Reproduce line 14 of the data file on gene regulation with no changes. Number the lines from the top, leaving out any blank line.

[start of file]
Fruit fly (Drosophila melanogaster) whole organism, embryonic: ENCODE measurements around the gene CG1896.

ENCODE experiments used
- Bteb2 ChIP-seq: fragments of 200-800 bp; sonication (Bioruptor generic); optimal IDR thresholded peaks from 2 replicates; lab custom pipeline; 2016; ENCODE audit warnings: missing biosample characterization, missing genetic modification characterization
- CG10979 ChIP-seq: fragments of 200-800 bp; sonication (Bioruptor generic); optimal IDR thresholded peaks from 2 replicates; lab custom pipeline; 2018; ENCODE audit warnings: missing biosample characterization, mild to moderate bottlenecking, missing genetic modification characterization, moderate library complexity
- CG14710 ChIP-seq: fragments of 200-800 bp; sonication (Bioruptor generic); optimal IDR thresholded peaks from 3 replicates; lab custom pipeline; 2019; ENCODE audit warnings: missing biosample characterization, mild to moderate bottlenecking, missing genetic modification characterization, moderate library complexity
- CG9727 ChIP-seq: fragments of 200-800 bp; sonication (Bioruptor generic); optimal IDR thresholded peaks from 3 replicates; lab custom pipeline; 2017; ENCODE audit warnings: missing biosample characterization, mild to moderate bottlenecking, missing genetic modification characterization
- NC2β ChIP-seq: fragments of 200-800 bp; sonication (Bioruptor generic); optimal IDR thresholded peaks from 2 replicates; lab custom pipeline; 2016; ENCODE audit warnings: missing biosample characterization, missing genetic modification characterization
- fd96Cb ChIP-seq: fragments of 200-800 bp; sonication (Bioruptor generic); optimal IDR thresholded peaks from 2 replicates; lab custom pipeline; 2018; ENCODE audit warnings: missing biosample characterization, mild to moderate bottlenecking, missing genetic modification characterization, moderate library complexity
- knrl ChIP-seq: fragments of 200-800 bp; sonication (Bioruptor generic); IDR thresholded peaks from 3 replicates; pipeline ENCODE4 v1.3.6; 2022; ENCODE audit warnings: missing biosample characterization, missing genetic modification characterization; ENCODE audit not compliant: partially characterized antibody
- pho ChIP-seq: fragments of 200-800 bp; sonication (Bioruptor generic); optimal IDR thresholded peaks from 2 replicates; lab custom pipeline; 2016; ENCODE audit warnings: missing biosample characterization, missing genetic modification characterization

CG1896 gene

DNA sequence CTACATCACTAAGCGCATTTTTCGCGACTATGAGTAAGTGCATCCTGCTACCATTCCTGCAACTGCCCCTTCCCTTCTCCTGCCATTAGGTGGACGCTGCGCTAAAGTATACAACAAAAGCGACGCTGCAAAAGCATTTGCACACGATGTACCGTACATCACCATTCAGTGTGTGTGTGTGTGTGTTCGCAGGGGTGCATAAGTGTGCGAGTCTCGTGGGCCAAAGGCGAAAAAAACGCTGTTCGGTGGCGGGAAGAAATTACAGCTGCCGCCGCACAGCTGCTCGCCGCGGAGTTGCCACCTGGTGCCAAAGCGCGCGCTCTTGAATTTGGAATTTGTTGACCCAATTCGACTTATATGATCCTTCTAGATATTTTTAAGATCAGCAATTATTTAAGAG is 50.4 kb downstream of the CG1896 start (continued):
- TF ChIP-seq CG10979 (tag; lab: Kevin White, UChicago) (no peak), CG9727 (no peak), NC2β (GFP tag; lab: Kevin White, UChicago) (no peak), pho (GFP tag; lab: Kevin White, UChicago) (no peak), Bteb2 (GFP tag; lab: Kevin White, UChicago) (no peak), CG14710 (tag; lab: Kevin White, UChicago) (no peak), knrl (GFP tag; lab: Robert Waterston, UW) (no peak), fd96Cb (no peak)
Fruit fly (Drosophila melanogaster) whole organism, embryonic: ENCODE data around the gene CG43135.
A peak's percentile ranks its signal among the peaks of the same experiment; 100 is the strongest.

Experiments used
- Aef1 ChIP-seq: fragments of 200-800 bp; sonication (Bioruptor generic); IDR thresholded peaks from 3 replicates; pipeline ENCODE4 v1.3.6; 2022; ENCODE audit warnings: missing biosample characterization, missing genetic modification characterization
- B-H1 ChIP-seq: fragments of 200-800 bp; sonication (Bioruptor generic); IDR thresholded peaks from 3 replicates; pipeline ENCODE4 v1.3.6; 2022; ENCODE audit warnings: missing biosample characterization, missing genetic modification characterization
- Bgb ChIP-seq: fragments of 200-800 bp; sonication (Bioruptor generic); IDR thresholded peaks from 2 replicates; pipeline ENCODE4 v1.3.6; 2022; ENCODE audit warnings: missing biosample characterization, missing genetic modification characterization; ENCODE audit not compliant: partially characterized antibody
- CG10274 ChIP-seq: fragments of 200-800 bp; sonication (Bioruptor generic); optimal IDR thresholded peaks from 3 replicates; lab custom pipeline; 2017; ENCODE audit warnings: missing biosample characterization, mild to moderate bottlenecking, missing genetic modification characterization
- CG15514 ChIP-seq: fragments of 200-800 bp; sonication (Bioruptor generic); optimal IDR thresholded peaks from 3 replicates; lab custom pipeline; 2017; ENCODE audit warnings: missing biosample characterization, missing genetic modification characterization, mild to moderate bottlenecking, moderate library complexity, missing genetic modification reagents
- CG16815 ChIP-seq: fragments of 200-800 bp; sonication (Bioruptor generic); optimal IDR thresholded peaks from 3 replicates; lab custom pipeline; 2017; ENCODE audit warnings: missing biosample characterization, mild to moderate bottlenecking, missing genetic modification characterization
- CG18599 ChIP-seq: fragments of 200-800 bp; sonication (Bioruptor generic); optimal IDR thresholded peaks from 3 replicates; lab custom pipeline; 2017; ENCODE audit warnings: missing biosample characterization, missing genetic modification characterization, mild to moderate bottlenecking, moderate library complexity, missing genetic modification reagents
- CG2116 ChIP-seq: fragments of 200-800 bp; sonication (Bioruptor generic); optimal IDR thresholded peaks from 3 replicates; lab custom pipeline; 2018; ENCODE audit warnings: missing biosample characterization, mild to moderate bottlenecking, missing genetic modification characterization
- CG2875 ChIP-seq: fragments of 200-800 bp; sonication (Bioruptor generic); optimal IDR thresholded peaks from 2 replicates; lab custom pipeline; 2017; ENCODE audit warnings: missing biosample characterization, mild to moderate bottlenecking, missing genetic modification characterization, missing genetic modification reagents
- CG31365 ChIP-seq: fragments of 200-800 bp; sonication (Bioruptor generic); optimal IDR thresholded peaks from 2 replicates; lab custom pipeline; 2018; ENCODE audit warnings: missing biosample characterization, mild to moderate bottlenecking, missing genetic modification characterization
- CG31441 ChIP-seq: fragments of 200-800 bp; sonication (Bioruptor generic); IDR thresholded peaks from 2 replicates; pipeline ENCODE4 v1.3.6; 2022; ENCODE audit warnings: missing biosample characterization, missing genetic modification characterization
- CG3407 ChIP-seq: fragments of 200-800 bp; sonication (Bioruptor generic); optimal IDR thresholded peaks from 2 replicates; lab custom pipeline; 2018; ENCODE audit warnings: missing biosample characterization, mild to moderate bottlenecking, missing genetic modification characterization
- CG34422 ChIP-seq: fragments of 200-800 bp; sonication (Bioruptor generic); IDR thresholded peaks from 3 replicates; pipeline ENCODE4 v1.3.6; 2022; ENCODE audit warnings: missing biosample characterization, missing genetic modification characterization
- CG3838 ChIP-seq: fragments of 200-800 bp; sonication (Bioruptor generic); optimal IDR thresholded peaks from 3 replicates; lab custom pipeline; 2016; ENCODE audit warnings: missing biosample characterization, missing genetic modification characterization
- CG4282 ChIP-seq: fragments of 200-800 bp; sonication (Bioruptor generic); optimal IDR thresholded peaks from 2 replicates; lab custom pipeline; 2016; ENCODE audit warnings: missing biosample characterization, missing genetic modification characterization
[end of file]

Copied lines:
Fruit fly (Drosophila melanogaster) whole organism, embryonic: ENCODE data around the gene CG43135.